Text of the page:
3. Will Ashkenazi stand in the way? Yedioth reports that even as Netanyahu seeks to annex portions of the West Bank, ministers in his government are publicly coming out against it, including Labor’s Itzhik Shmuli and Blue and White’s Eitan Ginsburg. The three dailies agree that the opposition of Foreign Minister Gabi Ashkenazi presents the greatest challenge for Netanyahu.

  • “Someone who hasn’t commented publicly about annexation is the foreign minister, Gabi Ashkenazi, but during coalition negotiations he expressed in closed talks opposition to the annexation plan and said it would harm Israel’s interests in the region and could endanger the peace agreement between Israel and Jordan.” Yedioth also cites sources close to Ashkenazi who say his position hasn’t changed.
  • Israel Hayom reports that the Foreign Ministry is already preparing to contain the diplomatic fallout from the move. Its report says the ministry has concluded that it will refer to the measure as “applying Israeli law” to these areas, rather than the “loaded” annexation or extending sovereignty terminology. “This term is viewed as having legal ramifications and is less loaded politically.”
  • But Ashkenazi, it reports, has not given the green light to diplomats to begin justifying the step. Sources in his office tell the paper Ashkenazi is still learning the ropes in his new office and studying the issues.
  • And Amos Harel, in Haaretz, writes: “It’s still unclear what weight the reservations of Netanyahu’s partners in Blue and White on annexation will have, particularly if he tries to extend it over a large area. The key figure here is the new foreign minister, Gabi Ashkenazi, who as IDF chief of staff filled a similar position in preventing Netanyahu from attacking Iranian nuclear sites in 2009-2010.”

4. To life: On Wednesday, Israel officially opened its restaurants, bars, hotels, nightclubs and swimming pools, in another scaling back of pandemic restrictions.

  • Museums and tourist attractions, including cable cars and boats, will also be allowed to open as of Wednesday morning, subject to social distancing, facial masks, hygiene regulations, markings for waiting in lines and limits on the number of guests.
  • “We want to make your life easier, to allow you to go out and get life back to normal, to have a cup of coffee and to drink a beer,” Netanyahu says in a celebratory video on Tuesday evening.
  • Yedioth, under the front-page headline, “We’re closed,” spotlights the small businesses who are going under due to the virus.
  • They include recent French immigrants who opened the “La Frenchy” restaurant in Ashkelon, after leaving Paris four years ago due to rising anti-Semitism. “Now the dream is shattered,” says owner Eva Darmon. “This was our sole source of income. We’ve invested a million shekels here. I wanted to breach the contract and close down, but the fine was too high. I can only get out of here in a year. The situation is very difficult and I’m not optimistic.”
  • Alexander Kahanov, who runs a frame store in Bnei Brak, says he’s selling off his stock and shutting down after 34 years. “‘I grew old here,’ he says with a sad smile. “‘First as a young immigrant from Uzbekistan, when I worked for the man who rented out this place. When they wanted to close down, I stepped in and it was good. But the coronavirus days broke us entirely.”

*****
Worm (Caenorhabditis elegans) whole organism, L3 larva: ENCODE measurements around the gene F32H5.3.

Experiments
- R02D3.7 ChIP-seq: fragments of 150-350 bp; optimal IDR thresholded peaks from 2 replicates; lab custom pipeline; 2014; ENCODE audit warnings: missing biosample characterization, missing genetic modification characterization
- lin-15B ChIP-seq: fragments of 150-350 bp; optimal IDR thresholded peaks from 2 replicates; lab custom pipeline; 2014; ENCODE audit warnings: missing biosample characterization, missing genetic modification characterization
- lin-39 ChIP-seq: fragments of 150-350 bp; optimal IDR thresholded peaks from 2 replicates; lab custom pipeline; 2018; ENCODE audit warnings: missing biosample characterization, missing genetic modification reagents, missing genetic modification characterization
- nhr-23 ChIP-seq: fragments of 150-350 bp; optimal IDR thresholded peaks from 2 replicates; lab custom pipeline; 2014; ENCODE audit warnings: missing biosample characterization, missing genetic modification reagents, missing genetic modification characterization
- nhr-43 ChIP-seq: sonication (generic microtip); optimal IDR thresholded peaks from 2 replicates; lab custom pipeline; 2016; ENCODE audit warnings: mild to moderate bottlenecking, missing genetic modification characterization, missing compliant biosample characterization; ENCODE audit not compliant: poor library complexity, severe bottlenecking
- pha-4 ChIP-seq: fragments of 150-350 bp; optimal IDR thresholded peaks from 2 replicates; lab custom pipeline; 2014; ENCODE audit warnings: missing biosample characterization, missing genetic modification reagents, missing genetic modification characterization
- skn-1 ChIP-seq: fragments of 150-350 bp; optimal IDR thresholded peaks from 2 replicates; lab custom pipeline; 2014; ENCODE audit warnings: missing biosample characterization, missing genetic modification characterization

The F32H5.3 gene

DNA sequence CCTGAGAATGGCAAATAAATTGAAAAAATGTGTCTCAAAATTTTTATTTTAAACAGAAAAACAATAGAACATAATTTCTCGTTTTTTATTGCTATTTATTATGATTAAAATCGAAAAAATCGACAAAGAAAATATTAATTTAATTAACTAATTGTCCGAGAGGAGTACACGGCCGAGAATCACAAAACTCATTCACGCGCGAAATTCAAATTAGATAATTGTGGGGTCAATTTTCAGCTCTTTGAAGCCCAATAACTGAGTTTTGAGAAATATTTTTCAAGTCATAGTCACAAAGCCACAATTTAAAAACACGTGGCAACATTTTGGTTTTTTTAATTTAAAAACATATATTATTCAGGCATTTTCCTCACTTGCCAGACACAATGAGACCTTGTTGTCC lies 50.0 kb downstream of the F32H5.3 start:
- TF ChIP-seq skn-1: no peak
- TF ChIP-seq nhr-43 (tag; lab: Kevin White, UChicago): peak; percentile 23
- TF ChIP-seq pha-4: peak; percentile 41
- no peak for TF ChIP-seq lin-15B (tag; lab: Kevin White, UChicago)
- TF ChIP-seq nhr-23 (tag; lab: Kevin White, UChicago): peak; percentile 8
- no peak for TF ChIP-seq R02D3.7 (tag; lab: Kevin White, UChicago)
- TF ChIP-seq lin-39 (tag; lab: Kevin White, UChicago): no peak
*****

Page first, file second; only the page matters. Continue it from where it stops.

5. The other plague: Yedioth also reports on a growing number of cases of people — many elderly or who lived alone — who died at home and whose bodies were not discovered for weeks.

  • According to figures from the Zaka emergency service, 20 such cases were discovered in the past 12 days, and 59 this year.
  • The figures mark a 33% rise compared to last year.
  • The harrowing stories include an 89-year-old Holocaust survivor who slipped in her bathtub and whose body was not discovered for two weeks; a 70-year-old woman who was found sitting alongside her mentally disabled daughter, who did not realize her mother had passed away a week earlier; and a 43-year-old man who died by suicide and whose remains were only found three weeks later.

6. Justice, shall you pursue, 6 years later: The long-awaited court ruling deeming accused serial pedophile Malka Leifer fit for extradition to stand trial in Australia is welcomed by Canberra and some Israeli officials.

  • Dave Sharma, a former ambassador to Israel and current Australian MP, tells the Sydney Morning Herald the decision is a “welcome but overdue decision.”
  • He adds: “The last couple of years, this would be in every set of government talking points. Every senior visitor to Israel has raised it. The fact we’ve moved this far is good for the healing that’s necessary there.”
  • Former Australian prime minister Ted Baillieu also welcomes the decision, as does former Israeli justice minister Ayelet Shaked.
  • Australian Prime Minister Scott Morrison, according to ABC Australia, urged caution and said the process was not yet over as she could appeal. “But that said, this is news we have been waiting for, for some time. And I want to commend those who have been campaigning strongly on this here in Australia and in Israel.”